Sephardic Recipes With A Modern Twist

Sephardic Spice Girls

Shifte Meatballs

Shades of Eucalyptus: A Meatball Recipe

The first home I remember living in was located at 32 Bligh Street in Kirrawee, in the Sutherland Shire, south of Sydney in New South Wales. A year after emigrating from Israel to Australia, my father (a bricklayer by trade and an adventurous risk-taking entrepreneur in spirit) built us a stunning three-story house. A huge eucalyptus shaded the front yard and inside were large rooms with big windows and hardwood floors. A long balcony hugged the second floor and a flagstone veranda looked out onto the garden. 

A massive mulberry tree spread its branches over one side of the yard and my brother Rafi and I would spend hours picking and eating the bounty of luscious, ripe, dark purple berries. Vines of pale green chayote and butternut squash grew wild and my father planted a garden bed with rows of strawberry plants. 

While I would spend hours listening to the Broadway recordings of the “Sound of Music” and “Cinderella” and reading my Enid Blyton books, my brother, very courageous and quite naughty, would spend hours exploring the bush with his friends.

Just steps away from our house was the Royal National Park, a massive expanse of pristine eucalyptus-rich bushland. Founded in 1879, the Park is full of natural wonders including massive cliffs along the Pacific Ocean, beautiful blue beaches, the Figure Eight Rock Pools and even a cliff formed from smooth layers of pristine white rock called the Wedding Cake, but mostly there is lots and lots of bush. 

The best Sundays were those when my extended family would gather for a picnic at Audley in the Victorian “pleasure gardens” of the Park. My grandparents brought wooden fruit crates packed with my grandmother’s big pots of rice and stews, her Israeli salad, her grated carrot and orange salad, pita and lots of fresh fruit. And the most delicious shifte kebab, ground beef flavored with subtle spices and studded with chopped onion and flecks of green parsley.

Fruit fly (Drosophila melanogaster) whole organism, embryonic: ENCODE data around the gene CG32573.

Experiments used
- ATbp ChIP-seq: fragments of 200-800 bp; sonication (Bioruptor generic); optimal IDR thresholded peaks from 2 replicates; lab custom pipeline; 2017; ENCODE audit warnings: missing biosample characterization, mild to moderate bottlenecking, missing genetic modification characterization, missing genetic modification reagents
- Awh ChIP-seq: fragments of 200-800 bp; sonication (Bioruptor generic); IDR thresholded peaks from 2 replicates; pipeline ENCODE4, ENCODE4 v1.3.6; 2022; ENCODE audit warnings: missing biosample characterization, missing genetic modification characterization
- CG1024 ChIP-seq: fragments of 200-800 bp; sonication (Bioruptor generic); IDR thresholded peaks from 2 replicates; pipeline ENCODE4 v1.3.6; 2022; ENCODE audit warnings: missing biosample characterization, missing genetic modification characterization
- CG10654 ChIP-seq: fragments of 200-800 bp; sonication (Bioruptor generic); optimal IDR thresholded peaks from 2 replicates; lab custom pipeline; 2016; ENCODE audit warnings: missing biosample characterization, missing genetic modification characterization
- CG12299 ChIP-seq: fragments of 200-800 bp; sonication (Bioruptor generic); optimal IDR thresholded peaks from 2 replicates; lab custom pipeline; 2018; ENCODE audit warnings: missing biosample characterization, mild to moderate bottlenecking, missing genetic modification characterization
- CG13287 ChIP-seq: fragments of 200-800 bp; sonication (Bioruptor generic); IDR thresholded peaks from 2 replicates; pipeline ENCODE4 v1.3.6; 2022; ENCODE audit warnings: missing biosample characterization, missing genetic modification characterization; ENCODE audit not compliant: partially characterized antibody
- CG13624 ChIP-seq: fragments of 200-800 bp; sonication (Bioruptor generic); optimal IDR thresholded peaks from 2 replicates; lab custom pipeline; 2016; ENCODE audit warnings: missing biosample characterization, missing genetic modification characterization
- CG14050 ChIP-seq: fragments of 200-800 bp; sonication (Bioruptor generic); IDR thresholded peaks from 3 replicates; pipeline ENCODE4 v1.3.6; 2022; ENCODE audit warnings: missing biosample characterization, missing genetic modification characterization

We would feast in the sublime calm of this enchanted bush that was once sacred  Aboriginal land.

After lunch, my father and my uncles would rent rowboats from the Audley Boatshed and we would glide down the Hacking River, shadowed by the towering eucalyptus and spiky grey-green casuarina trees. 

—Sharon

Hanging out in the kitchen with Sharon is always fun. We talk about our kids, our recipes and we have lots of laughs. Not too long ago, we invited Nathalie Basha from Spectrum News to hang out in the kitchen with us. We spoke about our families and she told us about her Iraqi heritage and her love for Iraqi food. It felt like another girlfriend had joined us in the kitchen. 

Sharon chopped fresh parsley and lots of onion to add to her meatballs. I told her that maybe she needs to go easy on the onion. She said no way. So these meatballs are heavy on the onion. Which I love. But no way could I ever serve this to my husband and my kids because they freak out about too much onion and garlic. My secret technique (borrowed from my mother) is to grate the onion and garlic so that it just melts into the food. My family has no idea that is where all the delicious flavor is coming from.

Sharon added lots of warm spices —cinnamon, nutmeg, paprika and turmeric. She added her secret ingredient — potato starch. We stood there rolling the meatballs. Our jewelry clinked on the glass bowl, the rhythm of our hands matched and it was quite therapeutic. 

Sharon added lots of warm spices — cinnamon, nutmeg, paprika and turmeric. She added her secret ingredient — potato starch. We stood there rolling the meatballs. Our jewelry clinked on the glass bowl, the rhythm of our hands matched and it was quite therapeutic. 

Then Nathalie, Sharon and I feasted on these tasty meatballs, jasmine rice and Israeli salad. 

—Rachel

Shifte Meatballs

1 lb ground beef
1 white onion, finely chopped
1 cup finely chopped Italian parsley
1 cup potato starch
4 tablespoons extra virgin olive oil, divided
1 teaspoon salt
1/2 teaspoon turmeric
1/2 teaspoon sweet paprika
1/2 teaspoon allspice
1/2 teaspoon cinnamon
1/2 teaspoon garlic powder
Freshly ground black pepper

  • Preheat oven to broil setting.
  • Combine meat, onions, parsley, potato starch, 2 tablespoons olive oil and all the spices in a large bowl and mix well.
  • Lightly oil an ovenproof skillet.
  • Form the meat mixture into a golf-sized balls, then place in the skillet.
  • Place on the middle rack of the oven and roast for 5 to 8 minutes until nicely browned.

Rachel Sheff and Sharon Gomperts have been friends since high school. They love cooking and sharing recipes. They have collaborated on Sephardic Educational Center projects and community cooking classes. Follow them on Instagram @sephardicspicegirls and on Facebook at Sephardic Spice SEC Food.

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